When we are born, we breathe perfectly.
If you have children, you may have watched them sleep and noticed how their soft bellies expand when they breathe in and then fall as they breathe out. But if you were to observe your own breath, then you may see something very different.
I find that somewhere around puberty is when this habit starts to change. Maybe it is a response to the stress we begin to feel as we become more aware of things like deadlines and due dates: maybe its being body concious and not wanting to look “fat” as our belly expands when we take a full breath.
Whatever the reason is, we change how we breathe. Instead of letting our bellies expand like a balloon when we inhale, we instead hold our bellies in and expand our chest. But this chest breath is a shallow breath. It is the type of breath that we take when we are in danger: when we are in fight, flight or freeze. This state is the exact opposite of rest, digest, and heal. This means that when we breathe into our chest, not only do we not get as much oxygen, but that we also tell our brain, which then relays this information to the rest of our body, that we are in danger. The entire system goes into a sort of panic and releases chemicals that stimulate our bodies. If we stay in this fight, flight, or freeze state for more than it takes to flee a lion, this can break down our body: it can cause chronic inflammation, excess adrenaline and start the disease process.
One way that we can get out of this cycle degrading health is to change the way that we breathe.
In chronic Illness, we deal with mosaic diseases. This means that it is not one thing that makes us sick or one thing that makes us well. This does mean that we will have to do several things to make us well because it took several thingss to make us sick. Breathing is just one of these things.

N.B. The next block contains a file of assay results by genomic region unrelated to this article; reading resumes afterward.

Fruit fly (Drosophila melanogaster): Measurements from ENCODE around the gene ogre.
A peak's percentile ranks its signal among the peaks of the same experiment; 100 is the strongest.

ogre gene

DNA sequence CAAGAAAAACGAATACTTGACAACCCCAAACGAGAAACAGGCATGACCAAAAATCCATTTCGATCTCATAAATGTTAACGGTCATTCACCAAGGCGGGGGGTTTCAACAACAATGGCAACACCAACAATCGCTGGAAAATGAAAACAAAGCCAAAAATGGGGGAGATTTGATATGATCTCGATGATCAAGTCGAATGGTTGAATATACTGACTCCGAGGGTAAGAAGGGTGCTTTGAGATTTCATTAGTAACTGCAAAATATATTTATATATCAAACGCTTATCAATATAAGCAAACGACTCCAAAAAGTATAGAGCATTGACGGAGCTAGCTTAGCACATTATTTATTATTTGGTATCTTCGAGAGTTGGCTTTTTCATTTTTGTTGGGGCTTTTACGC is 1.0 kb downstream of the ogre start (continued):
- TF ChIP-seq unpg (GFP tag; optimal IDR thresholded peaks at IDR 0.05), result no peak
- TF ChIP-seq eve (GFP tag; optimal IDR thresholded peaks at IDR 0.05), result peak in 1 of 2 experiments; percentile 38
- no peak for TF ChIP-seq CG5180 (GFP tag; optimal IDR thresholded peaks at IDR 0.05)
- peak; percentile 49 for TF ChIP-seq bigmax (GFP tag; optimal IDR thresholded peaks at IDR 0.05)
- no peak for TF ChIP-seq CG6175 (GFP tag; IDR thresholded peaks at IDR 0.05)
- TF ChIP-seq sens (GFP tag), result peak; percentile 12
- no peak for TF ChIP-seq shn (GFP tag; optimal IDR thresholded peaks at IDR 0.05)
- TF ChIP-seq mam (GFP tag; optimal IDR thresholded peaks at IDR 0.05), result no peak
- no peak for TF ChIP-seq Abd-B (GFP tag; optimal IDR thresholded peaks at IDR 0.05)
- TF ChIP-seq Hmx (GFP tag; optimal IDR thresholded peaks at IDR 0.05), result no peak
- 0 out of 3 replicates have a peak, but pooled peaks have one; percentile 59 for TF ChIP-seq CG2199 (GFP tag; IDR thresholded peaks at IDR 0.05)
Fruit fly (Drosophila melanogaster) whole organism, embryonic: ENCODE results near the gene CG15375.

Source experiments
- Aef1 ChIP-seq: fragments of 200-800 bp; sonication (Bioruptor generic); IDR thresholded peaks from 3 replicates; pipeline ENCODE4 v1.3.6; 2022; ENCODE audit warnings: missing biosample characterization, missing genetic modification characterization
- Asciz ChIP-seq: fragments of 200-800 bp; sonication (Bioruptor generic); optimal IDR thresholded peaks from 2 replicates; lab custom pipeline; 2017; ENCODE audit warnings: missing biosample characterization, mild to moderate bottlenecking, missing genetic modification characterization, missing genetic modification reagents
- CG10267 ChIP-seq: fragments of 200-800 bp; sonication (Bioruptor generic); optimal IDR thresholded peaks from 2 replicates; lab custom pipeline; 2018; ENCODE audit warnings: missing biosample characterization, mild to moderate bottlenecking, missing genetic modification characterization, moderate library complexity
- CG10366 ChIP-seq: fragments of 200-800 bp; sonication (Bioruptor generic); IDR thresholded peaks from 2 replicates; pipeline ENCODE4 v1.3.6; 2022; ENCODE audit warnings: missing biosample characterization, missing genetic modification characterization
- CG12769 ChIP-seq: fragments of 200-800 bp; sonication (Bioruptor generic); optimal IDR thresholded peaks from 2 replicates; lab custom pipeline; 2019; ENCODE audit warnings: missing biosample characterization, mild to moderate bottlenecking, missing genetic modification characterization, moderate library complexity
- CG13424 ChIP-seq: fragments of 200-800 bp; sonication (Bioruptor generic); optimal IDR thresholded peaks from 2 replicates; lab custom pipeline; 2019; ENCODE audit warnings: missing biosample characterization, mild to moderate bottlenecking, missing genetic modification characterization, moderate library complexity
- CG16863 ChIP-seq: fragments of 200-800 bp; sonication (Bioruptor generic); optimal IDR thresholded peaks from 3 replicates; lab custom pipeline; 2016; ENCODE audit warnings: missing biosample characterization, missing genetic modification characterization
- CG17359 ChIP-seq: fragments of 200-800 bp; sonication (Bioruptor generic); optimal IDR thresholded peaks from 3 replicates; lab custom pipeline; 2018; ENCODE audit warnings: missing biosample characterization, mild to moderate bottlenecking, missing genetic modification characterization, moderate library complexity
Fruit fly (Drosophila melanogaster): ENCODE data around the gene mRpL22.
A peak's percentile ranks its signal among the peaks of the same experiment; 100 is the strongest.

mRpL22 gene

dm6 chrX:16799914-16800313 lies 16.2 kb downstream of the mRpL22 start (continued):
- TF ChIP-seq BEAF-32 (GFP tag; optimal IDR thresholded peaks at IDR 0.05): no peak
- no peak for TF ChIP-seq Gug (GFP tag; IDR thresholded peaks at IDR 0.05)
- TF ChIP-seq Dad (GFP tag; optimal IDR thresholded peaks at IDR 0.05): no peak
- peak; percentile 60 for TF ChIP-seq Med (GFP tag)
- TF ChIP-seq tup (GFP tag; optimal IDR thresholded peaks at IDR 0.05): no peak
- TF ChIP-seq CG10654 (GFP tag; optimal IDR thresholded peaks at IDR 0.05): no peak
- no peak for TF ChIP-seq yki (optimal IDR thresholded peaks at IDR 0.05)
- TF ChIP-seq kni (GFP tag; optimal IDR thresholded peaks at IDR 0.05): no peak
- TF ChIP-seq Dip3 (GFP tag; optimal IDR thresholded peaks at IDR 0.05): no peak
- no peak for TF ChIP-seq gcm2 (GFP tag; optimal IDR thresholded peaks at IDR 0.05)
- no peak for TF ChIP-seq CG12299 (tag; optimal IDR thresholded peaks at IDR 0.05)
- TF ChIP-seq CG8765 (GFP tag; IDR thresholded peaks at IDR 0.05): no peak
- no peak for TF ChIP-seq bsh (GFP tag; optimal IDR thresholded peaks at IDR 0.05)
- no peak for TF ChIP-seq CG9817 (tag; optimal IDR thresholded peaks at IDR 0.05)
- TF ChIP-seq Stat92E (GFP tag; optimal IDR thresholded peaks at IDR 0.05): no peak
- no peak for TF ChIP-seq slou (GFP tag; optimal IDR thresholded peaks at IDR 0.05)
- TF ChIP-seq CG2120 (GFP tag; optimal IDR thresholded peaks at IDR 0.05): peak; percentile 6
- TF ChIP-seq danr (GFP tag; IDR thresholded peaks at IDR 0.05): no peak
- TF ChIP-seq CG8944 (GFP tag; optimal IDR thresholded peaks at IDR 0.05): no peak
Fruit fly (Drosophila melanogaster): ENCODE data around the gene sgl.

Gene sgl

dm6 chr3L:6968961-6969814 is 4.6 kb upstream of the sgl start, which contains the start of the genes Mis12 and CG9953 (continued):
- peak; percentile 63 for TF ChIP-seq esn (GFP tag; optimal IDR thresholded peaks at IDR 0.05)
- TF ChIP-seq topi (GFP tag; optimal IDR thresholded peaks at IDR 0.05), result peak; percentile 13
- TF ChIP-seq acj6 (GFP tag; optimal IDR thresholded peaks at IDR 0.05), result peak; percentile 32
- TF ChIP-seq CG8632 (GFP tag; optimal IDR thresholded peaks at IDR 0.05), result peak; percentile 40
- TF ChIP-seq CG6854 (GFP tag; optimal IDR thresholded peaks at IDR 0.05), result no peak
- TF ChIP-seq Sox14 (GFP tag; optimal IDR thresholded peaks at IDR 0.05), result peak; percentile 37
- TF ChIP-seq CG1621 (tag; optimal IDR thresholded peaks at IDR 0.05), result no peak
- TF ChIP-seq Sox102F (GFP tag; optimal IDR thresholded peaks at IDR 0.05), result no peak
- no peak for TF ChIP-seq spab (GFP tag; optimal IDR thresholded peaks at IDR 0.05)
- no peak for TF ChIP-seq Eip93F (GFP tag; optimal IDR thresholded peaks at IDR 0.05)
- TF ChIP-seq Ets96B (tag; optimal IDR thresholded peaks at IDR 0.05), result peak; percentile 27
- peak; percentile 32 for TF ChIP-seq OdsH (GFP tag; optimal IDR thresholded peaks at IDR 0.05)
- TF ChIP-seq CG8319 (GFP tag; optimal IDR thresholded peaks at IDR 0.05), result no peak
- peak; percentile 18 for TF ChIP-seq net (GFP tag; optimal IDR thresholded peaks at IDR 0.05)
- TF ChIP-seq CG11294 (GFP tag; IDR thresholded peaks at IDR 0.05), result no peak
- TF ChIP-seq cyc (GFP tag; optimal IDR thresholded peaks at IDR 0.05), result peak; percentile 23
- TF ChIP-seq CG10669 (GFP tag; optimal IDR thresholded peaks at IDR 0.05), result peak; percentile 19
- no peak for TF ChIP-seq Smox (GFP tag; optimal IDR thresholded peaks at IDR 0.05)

There are several breath techniques out there to relax the body, stimulate the vagus nerve and induce the parasympathetic nervous system (rest, digest and heal). But one thing that they all include is soft belly breathing.
Soft belly breathing is when you breathe into the soft part of your belly (yes that is where the name comes from!) instead of into your upper chest. This lowers adrenaline and calms the nervous and immune system. It impacts digestion, brain function and inflammation. It even impacts blood pressure and heart rate.This type of breath is the type that takes us out of the state of disease and into the state of healing.
I often teach my clients this on one of their first visits with me as a small piece of the CEP protocol, the only diet, lifestyle and functional medicine protocol developed for the genomics of functional medicine. To learn more about the CEP protocol and for tips like this, sign up for the Take Your Body Back Newsletter below and don’t miss a thing!